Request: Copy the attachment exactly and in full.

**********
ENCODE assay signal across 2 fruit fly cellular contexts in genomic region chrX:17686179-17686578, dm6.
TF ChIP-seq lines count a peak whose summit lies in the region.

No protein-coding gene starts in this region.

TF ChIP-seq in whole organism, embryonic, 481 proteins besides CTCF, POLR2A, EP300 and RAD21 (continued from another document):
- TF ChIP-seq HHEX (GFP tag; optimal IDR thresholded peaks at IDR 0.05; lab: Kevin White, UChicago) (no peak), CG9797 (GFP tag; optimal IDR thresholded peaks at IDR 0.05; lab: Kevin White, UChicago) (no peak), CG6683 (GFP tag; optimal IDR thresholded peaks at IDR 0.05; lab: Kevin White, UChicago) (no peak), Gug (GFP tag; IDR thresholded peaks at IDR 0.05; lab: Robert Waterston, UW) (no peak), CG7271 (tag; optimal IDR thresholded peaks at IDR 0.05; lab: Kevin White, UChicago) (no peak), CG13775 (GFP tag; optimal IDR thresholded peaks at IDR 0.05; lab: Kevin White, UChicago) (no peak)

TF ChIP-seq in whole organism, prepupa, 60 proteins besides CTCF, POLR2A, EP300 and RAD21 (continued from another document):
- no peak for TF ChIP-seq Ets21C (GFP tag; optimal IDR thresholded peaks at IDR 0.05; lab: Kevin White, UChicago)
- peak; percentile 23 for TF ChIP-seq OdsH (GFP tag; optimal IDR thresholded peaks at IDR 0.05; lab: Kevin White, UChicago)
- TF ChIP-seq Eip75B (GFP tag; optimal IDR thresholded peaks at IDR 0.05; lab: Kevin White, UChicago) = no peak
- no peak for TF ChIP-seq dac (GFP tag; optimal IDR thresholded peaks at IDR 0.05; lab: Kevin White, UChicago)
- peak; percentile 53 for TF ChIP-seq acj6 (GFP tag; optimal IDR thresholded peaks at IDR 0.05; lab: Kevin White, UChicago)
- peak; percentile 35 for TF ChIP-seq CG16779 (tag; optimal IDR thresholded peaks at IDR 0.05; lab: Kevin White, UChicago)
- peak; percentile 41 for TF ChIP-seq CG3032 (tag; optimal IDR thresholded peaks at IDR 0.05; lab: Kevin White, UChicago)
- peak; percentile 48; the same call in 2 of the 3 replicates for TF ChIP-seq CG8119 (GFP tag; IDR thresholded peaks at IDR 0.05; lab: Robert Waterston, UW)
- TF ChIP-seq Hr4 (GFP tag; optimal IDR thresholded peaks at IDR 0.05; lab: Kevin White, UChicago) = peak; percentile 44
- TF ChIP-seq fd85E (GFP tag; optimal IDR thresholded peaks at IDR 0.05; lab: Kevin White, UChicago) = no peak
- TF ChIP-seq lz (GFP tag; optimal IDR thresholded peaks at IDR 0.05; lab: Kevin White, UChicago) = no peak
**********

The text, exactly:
ENCODE assay signal across 2 fruit fly cellular contexts in genomic region chrX:17686179-17686578, dm6.
TF ChIP-seq lines count a peak whose summit lies in the region.

No protein-coding gene starts in this region.

TF ChIP-seq in whole organism, embryonic, 481 proteins besides CTCF, POLR2A, EP300 and RAD21 (continued from another document):
- TF ChIP-seq HHEX (GFP tag; optimal IDR thresholded peaks at IDR 0.05; lab: Kevin White, UChicago) (no peak), CG9797 (GFP tag; optimal IDR thresholded peaks at IDR 0.05; lab: Kevin White, UChicago) (no peak), CG6683 (GFP tag; optimal IDR thresholded peaks at IDR 0.05; lab: Kevin White, UChicago) (no peak), Gug (GFP tag; IDR thresholded peaks at IDR 0.05; lab: Robert Waterston, UW) (no peak), CG7271 (tag; optimal IDR thresholded peaks at IDR 0.05; lab: Kevin White, UChicago) (no peak), CG13775 (GFP tag; optimal IDR thresholded peaks at IDR 0.05; lab: Kevin White, UChicago) (no peak)

TF ChIP-seq in whole organism, prepupa, 60 proteins besides CTCF, POLR2A, EP300 and RAD21 (continued from another document):
- no peak for TF ChIP-seq Ets21C (GFP tag; optimal IDR thresholded peaks at IDR 0.05; lab: Kevin White, UChicago)
- peak; percentile 23 for TF ChIP-seq OdsH (GFP tag; optimal IDR thresholded peaks at IDR 0.05; lab: Kevin White, UChicago)
- TF ChIP-seq Eip75B (GFP tag; optimal IDR thresholded peaks at IDR 0.05; lab: Kevin White, UChicago) = no peak
- no peak for TF ChIP-seq dac (GFP tag; optimal IDR thresholded peaks at IDR 0.05; lab: Kevin White, UChicago)
- peak; percentile 53 for TF ChIP-seq acj6 (GFP tag; optimal IDR thresholded peaks at IDR 0.05; lab: Kevin White, UChicago)
- peak; percentile 35 for TF ChIP-seq CG16779 (tag; optimal IDR thresholded peaks at IDR 0.05; lab: Kevin White, UChicago)
- peak; percentile 41 for TF ChIP-seq CG3032 (tag; optimal IDR thresholded peaks at IDR 0.05; lab: Kevin White, UChicago)
- peak; percentile 48; the same call in 2 of the 3 replicates for TF ChIP-seq CG8119 (GFP tag; IDR thresholded peaks at IDR 0.05; lab: Robert Waterston, UW)
- TF ChIP-seq Hr4 (GFP tag; optimal IDR thresholded peaks at IDR 0.05; lab: Kevin White, UChicago) = peak; percentile 44
- TF ChIP-seq fd85E (GFP tag; optimal IDR thresholded peaks at IDR 0.05; lab: Kevin White, UChicago) = no peak
- TF ChIP-seq lz (GFP tag; optimal IDR thresholded peaks at IDR 0.05; lab: Kevin White, UChicago) = no peak